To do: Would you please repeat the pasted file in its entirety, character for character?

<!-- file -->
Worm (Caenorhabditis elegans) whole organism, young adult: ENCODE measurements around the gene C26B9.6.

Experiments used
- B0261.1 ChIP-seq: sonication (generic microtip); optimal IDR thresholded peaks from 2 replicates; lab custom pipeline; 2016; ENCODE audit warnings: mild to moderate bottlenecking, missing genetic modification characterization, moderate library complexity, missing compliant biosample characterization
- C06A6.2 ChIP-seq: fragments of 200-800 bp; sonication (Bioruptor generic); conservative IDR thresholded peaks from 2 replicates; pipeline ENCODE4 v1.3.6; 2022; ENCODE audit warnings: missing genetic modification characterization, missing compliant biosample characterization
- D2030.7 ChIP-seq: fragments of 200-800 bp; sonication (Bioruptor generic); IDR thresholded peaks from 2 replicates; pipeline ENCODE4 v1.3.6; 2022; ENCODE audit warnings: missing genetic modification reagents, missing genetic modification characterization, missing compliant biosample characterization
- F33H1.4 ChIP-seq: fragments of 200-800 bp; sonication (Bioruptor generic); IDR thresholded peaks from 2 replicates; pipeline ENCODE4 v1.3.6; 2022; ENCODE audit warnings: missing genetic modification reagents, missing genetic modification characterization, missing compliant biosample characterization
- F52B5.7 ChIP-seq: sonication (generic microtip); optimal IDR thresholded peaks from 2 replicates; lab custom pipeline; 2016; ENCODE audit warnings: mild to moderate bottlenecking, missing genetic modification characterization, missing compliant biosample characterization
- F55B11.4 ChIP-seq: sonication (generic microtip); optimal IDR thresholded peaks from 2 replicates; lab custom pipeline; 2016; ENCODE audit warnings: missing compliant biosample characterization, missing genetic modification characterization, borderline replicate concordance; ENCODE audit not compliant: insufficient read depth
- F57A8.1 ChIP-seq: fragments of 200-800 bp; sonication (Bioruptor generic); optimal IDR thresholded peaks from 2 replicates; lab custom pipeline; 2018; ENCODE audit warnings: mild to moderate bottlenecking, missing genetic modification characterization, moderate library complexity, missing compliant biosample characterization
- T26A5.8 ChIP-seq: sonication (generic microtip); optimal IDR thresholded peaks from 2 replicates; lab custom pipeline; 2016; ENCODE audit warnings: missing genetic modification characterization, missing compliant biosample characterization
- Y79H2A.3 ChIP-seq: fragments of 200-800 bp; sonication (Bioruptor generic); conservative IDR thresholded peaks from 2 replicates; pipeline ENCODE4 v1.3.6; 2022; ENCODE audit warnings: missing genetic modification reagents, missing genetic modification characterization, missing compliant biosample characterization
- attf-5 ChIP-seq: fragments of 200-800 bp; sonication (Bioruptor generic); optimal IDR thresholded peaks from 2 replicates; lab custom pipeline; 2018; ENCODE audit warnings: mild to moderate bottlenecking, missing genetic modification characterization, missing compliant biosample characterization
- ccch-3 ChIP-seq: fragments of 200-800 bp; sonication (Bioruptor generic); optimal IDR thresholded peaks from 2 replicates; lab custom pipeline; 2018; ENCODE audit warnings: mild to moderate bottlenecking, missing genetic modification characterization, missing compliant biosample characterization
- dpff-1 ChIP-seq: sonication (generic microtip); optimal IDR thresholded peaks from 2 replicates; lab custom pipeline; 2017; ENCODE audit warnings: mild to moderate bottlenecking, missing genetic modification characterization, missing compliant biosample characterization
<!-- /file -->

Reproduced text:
Worm (Caenorhabditis elegans) whole organism, young adult: ENCODE measurements around the gene C26B9.6.

Experiments used
- B0261.1 ChIP-seq: sonication (generic microtip); optimal IDR thresholded peaks from 2 replicates; lab custom pipeline; 2016; ENCODE audit warnings: mild to moderate bottlenecking, missing genetic modification characterization, moderate library complexity, missing compliant biosample characterization
- C06A6.2 ChIP-seq: fragments of 200-800 bp; sonication (Bioruptor generic); conservative IDR thresholded peaks from 2 replicates; pipeline ENCODE4 v1.3.6; 2022; ENCODE audit warnings: missing genetic modification characterization, missing compliant biosample characterization
- D2030.7 ChIP-seq: fragments of 200-800 bp; sonication (Bioruptor generic); IDR thresholded peaks from 2 replicates; pipeline ENCODE4 v1.3.6; 2022; ENCODE audit warnings: missing genetic modification reagents, missing genetic modification characterization, missing compliant biosample characterization
- F33H1.4 ChIP-seq: fragments of 200-800 bp; sonication (Bioruptor generic); IDR thresholded peaks from 2 replicates; pipeline ENCODE4 v1.3.6; 2022; ENCODE audit warnings: missing genetic modification reagents, missing genetic modification characterization, missing compliant biosample characterization
- F52B5.7 ChIP-seq: sonication (generic microtip); optimal IDR thresholded peaks from 2 replicates; lab custom pipeline; 2016; ENCODE audit warnings: mild to moderate bottlenecking, missing genetic modification characterization, missing compliant biosample characterization
- F55B11.4 ChIP-seq: sonication (generic microtip); optimal IDR thresholded peaks from 2 replicates; lab custom pipeline; 2016; ENCODE audit warnings: missing compliant biosample characterization, missing genetic modification characterization, borderline replicate concordance; ENCODE audit not compliant: insufficient read depth
- F57A8.1 ChIP-seq: fragments of 200-800 bp; sonication (Bioruptor generic); optimal IDR thresholded peaks from 2 replicates; lab custom pipeline; 2018; ENCODE audit warnings: mild to moderate bottlenecking, missing genetic modification characterization, moderate library complexity, missing compliant biosample characterization
- T26A5.8 ChIP-seq: sonication (generic microtip); optimal IDR thresholded peaks from 2 replicates; lab custom pipeline; 2016; ENCODE audit warnings: missing genetic modification characterization, missing compliant biosample characterization
- Y79H2A.3 ChIP-seq: fragments of 200-800 bp; sonication (Bioruptor generic); conservative IDR thresholded peaks from 2 replicates; pipeline ENCODE4 v1.3.6; 2022; ENCODE audit warnings: missing genetic modification reagents, missing genetic modification characterization, missing compliant biosample characterization
- attf-5 ChIP-seq: fragments of 200-800 bp; sonication (Bioruptor generic); optimal IDR thresholded peaks from 2 replicates; lab custom pipeline; 2018; ENCODE audit warnings: mild to moderate bottlenecking, missing genetic modification characterization, missing compliant biosample characterization
- ccch-3 ChIP-seq: fragments of 200-800 bp; sonication (Bioruptor generic); optimal IDR thresholded peaks from 2 replicates; lab custom pipeline; 2018; ENCODE audit warnings: mild to moderate bottlenecking, missing genetic modification characterization, missing compliant biosample characterization
- dpff-1 ChIP-seq: sonication (generic microtip); optimal IDR thresholded peaks from 2 replicates; lab custom pipeline; 2017; ENCODE audit warnings: mild to moderate bottlenecking, missing genetic modification characterization, missing compliant biosample characterization